Twitter Development: The Pitfalls of Basic Authentication

This article is excerpted from Chapter 6: Basic Authentication and OAuth of the Wrox book, Professional Twitter Development: With Examples in .NET 3.5, by Daniel Crenna, and is reused by permission of the publisher. This may not be reused without publisher permission.

“There have been tons of third party applications built around Twitter but the problem with them is users aren’t interested in entering their Twitter username and password to check them out. OAuth changes that by allowing users to grant permission once they’ve logged into Twitter providing better security.”

    — Keith Elder, Witty

Up to this point, you have used Twitter’s Basic authentication scheme to make your calls against the API. You’re also aware that Twitter prefers OAuth authentication, a new standard created by several prominent social web service developers, and that it may remove support for Basic authentication in the near future. Keep in mind that although it is easy to interchange the concepts of authentication and authorization, OAuth specifically handles the challenge of user authorization of API access. The actual authentication of a user’s credentials is delegated to the publisher site, i.e., Twitter, which your application intends to consume.

The Pitfalls of Basic Authentication

Your calls to the Twitter API requiring user credentials utilize Basic authentication, a convenient method of passing these credentials over the web to remote sites in an HttpWebRequest; this authentication scheme is painless to implement, but it has several serious flaws that you should consider.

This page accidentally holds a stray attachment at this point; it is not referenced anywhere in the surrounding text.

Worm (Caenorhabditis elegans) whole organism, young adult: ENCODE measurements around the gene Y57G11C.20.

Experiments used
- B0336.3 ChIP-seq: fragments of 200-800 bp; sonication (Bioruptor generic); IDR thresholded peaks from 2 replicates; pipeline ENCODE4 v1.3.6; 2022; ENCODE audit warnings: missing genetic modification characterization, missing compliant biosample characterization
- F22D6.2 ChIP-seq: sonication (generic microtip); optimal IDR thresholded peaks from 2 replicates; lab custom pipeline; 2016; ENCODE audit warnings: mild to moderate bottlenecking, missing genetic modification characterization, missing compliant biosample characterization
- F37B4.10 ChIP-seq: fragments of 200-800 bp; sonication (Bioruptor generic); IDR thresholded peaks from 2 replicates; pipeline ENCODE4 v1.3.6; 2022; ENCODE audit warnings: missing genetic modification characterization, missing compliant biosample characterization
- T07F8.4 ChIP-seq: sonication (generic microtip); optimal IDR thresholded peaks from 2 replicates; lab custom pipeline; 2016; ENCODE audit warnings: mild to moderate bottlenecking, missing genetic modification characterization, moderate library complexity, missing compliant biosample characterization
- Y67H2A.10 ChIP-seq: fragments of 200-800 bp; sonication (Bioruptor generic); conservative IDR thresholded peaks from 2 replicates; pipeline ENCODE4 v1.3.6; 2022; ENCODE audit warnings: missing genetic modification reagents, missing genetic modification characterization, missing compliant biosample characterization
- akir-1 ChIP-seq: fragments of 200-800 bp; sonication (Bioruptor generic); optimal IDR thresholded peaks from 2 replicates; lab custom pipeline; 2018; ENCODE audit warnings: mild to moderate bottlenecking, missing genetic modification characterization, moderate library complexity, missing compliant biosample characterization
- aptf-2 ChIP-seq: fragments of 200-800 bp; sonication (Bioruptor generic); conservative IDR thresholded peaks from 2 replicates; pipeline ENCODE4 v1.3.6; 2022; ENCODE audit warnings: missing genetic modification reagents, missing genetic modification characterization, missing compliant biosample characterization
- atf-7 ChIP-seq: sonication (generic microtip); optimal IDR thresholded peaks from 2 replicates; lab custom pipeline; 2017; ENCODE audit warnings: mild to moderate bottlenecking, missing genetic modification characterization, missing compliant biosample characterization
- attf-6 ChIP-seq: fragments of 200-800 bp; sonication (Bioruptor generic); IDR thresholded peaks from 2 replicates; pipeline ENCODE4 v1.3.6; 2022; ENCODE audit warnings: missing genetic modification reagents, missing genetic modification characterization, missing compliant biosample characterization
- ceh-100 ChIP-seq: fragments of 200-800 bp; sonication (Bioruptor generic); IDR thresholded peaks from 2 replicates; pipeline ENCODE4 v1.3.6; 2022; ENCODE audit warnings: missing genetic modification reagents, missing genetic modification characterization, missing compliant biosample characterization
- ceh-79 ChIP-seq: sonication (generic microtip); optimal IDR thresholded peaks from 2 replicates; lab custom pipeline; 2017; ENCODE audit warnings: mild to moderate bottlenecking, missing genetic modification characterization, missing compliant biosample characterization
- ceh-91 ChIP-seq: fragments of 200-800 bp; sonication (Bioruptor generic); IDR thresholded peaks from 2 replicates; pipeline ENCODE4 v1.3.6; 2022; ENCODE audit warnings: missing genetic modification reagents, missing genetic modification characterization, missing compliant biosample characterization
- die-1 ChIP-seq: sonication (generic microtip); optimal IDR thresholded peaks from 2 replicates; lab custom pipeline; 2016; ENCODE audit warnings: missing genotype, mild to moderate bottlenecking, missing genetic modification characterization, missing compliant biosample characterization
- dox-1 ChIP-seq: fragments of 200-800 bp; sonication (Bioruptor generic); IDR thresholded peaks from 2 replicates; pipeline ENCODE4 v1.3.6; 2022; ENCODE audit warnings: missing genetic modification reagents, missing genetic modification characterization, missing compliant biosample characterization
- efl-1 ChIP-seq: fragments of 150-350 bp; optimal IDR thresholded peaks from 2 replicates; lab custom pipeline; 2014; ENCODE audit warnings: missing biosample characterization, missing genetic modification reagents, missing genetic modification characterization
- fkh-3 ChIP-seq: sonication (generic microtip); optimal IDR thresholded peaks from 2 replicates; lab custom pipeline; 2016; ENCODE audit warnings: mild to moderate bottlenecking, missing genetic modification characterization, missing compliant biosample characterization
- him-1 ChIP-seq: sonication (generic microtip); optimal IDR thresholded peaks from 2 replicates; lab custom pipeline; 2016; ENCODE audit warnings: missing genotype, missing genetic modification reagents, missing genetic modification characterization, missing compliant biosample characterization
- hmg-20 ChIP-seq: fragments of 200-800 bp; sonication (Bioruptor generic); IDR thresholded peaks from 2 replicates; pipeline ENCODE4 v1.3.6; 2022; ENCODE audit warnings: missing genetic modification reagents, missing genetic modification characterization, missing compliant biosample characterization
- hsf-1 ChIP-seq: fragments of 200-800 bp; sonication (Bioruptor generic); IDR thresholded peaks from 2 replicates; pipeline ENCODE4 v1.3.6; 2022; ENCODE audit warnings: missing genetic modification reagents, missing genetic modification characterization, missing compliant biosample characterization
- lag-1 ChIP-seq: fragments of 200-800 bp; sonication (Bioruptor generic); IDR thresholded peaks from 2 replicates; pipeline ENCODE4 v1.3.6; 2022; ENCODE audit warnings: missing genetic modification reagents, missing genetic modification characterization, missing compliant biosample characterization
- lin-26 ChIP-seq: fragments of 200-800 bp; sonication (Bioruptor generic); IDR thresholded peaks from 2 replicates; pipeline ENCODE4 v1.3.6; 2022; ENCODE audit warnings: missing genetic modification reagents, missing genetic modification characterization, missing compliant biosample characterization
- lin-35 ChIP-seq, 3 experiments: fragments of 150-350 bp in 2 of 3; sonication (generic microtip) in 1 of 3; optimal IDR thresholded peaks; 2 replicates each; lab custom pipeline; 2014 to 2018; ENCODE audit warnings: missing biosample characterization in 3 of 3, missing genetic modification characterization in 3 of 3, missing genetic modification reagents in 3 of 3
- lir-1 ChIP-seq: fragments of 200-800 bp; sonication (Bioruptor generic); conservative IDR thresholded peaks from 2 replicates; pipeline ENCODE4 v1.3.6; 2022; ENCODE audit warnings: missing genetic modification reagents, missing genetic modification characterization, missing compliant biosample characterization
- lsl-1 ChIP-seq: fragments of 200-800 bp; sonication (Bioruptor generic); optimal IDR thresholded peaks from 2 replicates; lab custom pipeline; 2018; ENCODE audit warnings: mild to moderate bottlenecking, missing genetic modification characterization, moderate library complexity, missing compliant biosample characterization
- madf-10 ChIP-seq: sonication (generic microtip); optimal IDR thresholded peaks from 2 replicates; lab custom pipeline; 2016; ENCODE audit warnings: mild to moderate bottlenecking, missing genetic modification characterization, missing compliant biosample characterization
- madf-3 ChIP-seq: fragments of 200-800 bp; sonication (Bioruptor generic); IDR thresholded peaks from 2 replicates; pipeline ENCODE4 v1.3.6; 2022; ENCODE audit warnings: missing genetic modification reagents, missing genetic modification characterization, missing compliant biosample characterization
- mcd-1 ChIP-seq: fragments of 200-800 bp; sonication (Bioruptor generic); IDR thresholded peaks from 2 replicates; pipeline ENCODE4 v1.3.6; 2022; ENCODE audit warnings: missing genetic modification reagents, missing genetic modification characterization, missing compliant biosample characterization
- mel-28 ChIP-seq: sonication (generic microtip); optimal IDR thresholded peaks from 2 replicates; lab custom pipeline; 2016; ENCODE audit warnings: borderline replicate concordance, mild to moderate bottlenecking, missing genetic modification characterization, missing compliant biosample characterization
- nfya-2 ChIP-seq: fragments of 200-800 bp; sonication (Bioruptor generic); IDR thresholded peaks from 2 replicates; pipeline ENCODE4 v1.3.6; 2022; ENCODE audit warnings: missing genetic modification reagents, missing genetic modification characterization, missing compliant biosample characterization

User Credentials are Visible

In Chapter 1, you learned how to make authorized web requests using Basic authentication, and learned that the authentication pair you provide in the authorization header, the username and password, is Base64 encoded and inserted directly into the request as plain text. Although this isn’t human readable, you also know that converting back to ASCII from Base64 encoded strings is trivial. Anyone monitoring your Twitter network traffic would see the password plainly, illustrated by the following example:
    GET /statuses/user_timeline.xml HTTP/1.1
    Authorization: Basic c2VjcmV0YWdlbnRtYW46MDA3
    Connection: Keep-Alive
The Base64-encoded authentication pair in the monitored outgoing request is easily decoded with sample code in Chapter 1, revealing the plain text secretagentman:007; not exactly secret anymore!

Credentials are Reusable

The ability to easily read credentials from outgoing HTTP traffic is one thing, but Basic authentication also suffers from the fact that the credentials used with one request are reusable for any request for the same user. This is the traditional sense of a username and password, where the same credentials grant unlimited rights to the user’s privileges, and provides a hacker with the maximum ability to cause damage to the compromised user account.

Credentials are One-Way